Consumer confidence at lowest level since 1990s
Consumers’ confidence in their personal finances has fallen to its lowest level since 1995.
The Consumer Confidence index, compiled for the European Commission, shows that confidence about personal finances over the past year has dropped to a level not seen since April 1995, while optimism for finances over the next year is at its lowest level since September 1995.
Rachael Joy, from GfK NOP, the research firm that compiled the figures, says: “With rising inflation, gloomy forecasts for interest rates and soaring fuel, utility and food prices dominating the front page headlines, it’s no surprise that confidence in the general economy is almost in freefall. It seems unlikely that this trend will reverse in the near future”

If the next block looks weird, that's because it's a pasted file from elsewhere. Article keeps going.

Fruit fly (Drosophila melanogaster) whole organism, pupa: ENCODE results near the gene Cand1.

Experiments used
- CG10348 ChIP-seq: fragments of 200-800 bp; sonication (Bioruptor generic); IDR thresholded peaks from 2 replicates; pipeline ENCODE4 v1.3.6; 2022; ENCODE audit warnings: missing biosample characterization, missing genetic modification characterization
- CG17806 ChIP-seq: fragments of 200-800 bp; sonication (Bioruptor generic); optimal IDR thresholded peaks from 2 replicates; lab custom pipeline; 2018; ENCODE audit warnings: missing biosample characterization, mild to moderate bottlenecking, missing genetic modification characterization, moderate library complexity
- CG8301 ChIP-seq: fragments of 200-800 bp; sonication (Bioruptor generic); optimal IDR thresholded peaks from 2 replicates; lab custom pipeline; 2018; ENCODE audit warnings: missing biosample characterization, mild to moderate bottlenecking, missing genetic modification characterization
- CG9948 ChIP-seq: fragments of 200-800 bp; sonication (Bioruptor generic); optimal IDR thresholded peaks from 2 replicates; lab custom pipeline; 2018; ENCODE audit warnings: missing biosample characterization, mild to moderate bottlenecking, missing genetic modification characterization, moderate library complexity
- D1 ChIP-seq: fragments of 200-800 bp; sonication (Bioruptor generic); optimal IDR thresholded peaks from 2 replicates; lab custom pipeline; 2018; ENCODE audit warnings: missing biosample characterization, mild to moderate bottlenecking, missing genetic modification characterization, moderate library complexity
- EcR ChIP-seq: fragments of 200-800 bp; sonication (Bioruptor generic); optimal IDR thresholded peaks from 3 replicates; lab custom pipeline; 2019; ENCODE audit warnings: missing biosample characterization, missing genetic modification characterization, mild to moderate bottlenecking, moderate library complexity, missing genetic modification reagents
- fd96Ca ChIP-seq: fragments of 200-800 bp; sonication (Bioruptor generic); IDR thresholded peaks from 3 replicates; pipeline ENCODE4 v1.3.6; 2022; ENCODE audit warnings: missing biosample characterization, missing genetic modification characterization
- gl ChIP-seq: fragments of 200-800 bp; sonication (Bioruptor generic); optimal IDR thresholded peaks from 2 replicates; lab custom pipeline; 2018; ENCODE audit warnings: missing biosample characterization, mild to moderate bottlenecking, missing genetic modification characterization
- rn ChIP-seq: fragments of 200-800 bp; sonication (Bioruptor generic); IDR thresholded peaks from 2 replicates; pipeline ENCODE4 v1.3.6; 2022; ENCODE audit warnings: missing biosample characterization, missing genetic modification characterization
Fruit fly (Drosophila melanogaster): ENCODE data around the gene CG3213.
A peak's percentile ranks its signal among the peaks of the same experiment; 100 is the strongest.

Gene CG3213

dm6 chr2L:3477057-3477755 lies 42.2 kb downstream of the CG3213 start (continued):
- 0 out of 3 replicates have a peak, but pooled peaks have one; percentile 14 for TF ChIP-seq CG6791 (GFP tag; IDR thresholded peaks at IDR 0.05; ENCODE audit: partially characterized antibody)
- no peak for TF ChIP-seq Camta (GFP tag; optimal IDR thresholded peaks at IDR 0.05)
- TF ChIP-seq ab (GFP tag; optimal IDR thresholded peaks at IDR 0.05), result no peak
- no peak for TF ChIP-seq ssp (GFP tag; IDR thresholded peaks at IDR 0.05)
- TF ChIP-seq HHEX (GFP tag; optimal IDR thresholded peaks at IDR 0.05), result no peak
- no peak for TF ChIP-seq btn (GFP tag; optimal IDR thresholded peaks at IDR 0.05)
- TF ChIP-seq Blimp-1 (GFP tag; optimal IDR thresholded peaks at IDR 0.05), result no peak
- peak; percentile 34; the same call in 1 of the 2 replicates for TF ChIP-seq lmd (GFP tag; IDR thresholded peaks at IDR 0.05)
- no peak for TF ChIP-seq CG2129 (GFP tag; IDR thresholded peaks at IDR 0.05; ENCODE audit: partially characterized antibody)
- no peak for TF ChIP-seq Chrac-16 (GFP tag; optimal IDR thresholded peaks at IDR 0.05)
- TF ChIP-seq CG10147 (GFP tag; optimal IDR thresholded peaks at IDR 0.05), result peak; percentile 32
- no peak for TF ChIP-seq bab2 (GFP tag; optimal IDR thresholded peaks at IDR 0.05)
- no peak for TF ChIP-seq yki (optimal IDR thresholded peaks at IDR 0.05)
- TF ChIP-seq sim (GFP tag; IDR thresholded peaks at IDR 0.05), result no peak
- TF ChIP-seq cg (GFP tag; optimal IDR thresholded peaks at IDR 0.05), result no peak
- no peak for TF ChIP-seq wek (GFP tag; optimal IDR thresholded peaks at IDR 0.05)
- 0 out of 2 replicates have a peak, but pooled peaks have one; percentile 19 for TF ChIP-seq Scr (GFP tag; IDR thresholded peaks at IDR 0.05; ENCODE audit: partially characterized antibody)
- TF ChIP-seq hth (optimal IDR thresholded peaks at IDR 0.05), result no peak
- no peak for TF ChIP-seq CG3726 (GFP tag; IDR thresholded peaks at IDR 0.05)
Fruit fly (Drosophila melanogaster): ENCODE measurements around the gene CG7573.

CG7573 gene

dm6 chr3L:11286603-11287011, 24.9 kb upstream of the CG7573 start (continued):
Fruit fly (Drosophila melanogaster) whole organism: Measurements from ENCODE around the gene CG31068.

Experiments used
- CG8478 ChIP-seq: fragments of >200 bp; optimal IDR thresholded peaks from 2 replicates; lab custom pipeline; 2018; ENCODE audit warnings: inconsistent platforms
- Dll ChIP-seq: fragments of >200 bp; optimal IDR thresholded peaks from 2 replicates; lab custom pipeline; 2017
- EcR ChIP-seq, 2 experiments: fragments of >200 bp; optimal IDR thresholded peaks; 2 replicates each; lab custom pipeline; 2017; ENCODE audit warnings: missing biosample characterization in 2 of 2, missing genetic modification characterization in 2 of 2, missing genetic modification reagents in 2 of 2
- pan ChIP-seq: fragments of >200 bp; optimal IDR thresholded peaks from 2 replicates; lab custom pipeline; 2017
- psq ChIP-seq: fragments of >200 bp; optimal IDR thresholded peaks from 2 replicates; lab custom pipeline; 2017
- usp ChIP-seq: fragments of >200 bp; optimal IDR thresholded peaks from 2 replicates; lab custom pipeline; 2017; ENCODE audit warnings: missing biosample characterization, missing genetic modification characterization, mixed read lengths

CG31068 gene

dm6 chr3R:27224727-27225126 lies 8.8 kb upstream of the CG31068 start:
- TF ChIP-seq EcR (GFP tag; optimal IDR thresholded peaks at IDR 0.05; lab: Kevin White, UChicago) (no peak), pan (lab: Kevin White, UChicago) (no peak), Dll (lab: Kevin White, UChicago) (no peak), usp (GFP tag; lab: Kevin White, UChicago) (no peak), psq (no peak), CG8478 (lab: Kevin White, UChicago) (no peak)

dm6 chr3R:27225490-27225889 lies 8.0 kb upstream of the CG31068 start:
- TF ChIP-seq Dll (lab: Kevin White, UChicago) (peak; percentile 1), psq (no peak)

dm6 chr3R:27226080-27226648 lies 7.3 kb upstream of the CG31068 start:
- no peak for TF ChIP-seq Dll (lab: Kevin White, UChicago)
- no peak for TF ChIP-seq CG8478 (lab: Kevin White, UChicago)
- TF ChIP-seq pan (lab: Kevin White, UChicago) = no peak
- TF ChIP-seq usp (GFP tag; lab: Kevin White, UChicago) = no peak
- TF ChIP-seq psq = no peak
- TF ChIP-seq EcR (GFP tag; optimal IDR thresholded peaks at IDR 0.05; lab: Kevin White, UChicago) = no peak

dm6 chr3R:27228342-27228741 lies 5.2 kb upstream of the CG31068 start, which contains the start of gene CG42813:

The index also shows that confidence about the general economic situation is at its lowest level since December 1992 – while confidence about the outlook for the economy is at its lowest ever level since the index was launched in 1982.
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An increase in the general level of prices that persists over a period of time. The inflation rate is a measure of the average change over a period, usually 12 months. If inflation is up 4%, this means the price of products and services is 4% higher than a year earlier, requiring we spend and extra 4% to buy the same things we bought 12 months ago and that any savings and investments must generate 4% (after any taxes) to keep pace with inflation. Since 2003, the Bank of England has used the consumer prices index (CPI) as its official measure of inflation (see also retail prices index).